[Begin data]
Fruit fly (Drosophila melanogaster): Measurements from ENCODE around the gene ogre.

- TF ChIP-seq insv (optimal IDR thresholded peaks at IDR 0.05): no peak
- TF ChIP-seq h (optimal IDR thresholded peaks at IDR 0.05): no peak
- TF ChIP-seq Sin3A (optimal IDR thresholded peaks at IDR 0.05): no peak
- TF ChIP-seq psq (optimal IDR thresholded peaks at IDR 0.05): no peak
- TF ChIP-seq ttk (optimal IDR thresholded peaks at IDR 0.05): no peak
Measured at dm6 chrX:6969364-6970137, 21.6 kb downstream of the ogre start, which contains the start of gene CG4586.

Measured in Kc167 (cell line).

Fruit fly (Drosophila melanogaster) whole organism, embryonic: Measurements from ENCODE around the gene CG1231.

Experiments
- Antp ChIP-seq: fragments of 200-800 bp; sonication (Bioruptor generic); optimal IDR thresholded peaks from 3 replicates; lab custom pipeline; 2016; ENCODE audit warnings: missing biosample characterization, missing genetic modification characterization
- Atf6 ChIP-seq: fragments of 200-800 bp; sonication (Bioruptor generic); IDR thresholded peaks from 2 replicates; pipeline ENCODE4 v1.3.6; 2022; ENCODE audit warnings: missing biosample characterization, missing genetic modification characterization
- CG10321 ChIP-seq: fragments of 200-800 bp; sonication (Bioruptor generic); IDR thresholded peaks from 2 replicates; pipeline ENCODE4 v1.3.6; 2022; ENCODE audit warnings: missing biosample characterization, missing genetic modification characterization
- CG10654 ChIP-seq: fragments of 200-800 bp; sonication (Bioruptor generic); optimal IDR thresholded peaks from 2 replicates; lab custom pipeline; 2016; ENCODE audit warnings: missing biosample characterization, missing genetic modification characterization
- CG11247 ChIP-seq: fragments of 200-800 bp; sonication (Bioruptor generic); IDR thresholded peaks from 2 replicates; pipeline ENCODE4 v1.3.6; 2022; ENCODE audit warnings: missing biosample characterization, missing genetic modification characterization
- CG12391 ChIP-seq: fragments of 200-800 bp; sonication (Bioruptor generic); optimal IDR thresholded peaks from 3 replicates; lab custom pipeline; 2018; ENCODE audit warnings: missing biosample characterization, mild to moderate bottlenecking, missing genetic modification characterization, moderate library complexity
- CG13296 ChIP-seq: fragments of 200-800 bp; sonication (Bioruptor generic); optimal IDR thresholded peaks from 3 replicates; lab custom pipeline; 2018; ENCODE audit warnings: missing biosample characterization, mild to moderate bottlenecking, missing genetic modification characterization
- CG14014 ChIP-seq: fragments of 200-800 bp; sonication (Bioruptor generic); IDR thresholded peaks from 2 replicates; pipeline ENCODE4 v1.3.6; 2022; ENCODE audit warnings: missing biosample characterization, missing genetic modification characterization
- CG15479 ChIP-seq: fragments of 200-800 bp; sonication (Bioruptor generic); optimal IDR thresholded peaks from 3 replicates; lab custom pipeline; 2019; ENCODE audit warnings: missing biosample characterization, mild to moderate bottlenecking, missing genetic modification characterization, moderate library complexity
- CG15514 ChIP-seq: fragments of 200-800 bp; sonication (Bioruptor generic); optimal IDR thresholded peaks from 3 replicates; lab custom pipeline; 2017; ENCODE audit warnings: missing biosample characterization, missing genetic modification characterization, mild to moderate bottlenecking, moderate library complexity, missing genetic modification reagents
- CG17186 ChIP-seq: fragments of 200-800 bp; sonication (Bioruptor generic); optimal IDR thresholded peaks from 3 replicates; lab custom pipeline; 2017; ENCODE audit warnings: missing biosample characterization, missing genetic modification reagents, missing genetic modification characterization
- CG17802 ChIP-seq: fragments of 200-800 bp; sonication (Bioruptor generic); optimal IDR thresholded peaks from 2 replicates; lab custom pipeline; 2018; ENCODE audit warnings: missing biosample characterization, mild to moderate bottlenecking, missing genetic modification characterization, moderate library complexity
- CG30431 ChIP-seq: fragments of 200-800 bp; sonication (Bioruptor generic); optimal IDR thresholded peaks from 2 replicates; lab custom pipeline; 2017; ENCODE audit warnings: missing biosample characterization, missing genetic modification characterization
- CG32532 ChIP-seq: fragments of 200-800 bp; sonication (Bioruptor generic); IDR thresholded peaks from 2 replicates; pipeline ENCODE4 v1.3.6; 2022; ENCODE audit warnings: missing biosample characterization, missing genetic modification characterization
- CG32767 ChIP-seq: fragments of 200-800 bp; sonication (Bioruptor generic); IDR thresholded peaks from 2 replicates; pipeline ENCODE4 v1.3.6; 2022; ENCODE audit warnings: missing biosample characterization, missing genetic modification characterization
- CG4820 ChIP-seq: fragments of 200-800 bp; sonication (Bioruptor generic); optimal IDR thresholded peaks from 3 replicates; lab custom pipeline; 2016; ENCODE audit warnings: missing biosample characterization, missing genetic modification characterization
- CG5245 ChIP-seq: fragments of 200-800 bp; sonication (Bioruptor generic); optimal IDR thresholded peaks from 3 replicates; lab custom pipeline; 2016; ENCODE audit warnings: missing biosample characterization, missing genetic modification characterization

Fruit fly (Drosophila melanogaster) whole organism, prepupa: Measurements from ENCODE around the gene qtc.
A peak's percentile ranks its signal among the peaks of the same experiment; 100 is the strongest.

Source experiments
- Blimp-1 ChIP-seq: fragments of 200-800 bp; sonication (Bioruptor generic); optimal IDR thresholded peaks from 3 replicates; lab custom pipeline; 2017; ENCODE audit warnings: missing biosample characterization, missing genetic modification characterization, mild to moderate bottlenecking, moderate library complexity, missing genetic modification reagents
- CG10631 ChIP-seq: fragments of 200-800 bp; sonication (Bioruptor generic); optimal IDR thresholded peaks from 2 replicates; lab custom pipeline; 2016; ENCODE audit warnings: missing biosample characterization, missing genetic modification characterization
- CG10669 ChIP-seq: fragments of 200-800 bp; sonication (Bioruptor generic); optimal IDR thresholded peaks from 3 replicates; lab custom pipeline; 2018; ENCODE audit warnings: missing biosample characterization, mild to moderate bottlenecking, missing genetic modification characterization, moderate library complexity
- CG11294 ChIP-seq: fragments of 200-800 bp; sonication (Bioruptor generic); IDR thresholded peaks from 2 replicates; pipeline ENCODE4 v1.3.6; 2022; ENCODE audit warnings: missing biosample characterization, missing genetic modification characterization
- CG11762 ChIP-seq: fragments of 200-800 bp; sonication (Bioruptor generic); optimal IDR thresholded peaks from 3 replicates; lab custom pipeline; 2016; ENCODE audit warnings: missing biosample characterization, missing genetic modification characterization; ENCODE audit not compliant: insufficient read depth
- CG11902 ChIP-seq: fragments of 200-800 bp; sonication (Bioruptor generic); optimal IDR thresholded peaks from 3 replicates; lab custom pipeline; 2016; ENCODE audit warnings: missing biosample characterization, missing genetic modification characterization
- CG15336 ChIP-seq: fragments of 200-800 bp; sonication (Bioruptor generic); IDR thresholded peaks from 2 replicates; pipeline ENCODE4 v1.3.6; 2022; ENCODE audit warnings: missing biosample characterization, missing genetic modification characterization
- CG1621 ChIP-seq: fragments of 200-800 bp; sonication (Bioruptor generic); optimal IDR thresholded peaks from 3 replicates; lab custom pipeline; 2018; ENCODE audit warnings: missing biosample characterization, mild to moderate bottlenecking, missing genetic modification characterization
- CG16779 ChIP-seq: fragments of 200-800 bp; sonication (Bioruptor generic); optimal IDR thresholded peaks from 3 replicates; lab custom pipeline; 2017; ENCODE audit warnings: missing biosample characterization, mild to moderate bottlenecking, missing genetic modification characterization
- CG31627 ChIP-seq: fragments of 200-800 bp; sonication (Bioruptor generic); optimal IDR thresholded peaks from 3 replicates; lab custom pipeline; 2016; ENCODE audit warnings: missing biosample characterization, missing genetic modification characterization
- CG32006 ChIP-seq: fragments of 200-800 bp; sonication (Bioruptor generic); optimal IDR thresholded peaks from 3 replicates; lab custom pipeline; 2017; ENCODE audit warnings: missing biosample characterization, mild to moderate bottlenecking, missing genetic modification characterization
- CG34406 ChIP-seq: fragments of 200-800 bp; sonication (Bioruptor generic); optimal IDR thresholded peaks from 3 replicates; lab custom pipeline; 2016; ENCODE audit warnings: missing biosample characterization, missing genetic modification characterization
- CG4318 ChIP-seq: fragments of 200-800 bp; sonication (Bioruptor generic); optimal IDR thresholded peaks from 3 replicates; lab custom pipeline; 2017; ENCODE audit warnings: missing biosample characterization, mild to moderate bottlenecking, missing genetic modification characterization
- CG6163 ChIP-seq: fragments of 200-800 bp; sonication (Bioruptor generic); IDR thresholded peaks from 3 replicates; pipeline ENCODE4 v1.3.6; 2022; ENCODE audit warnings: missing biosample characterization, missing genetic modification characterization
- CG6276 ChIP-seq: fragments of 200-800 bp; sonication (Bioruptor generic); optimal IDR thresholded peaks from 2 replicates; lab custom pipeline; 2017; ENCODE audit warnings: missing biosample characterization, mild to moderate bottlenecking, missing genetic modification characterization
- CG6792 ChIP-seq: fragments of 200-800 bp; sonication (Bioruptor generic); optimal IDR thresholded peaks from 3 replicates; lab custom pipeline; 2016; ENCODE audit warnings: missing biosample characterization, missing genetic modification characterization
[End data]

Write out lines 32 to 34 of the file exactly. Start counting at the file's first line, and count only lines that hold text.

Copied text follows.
- CG10631 ChIP-seq: fragments of 200-800 bp; sonication (Bioruptor generic); optimal IDR thresholded peaks from 2 replicates; lab custom pipeline; 2016; ENCODE audit warnings: missing biosample characterization, missing genetic modification characterization
- CG10669 ChIP-seq: fragments of 200-800 bp; sonication (Bioruptor generic); optimal IDR thresholded peaks from 3 replicates; lab custom pipeline; 2018; ENCODE audit warnings: missing biosample characterization, mild to moderate bottlenecking, missing genetic modification characterization, moderate library complexity
- CG11294 ChIP-seq: fragments of 200-800 bp; sonication (Bioruptor generic); IDR thresholded peaks from 2 replicates; pipeline ENCODE4 v1.3.6; 2022; ENCODE audit warnings: missing biosample characterization, missing genetic modification characterization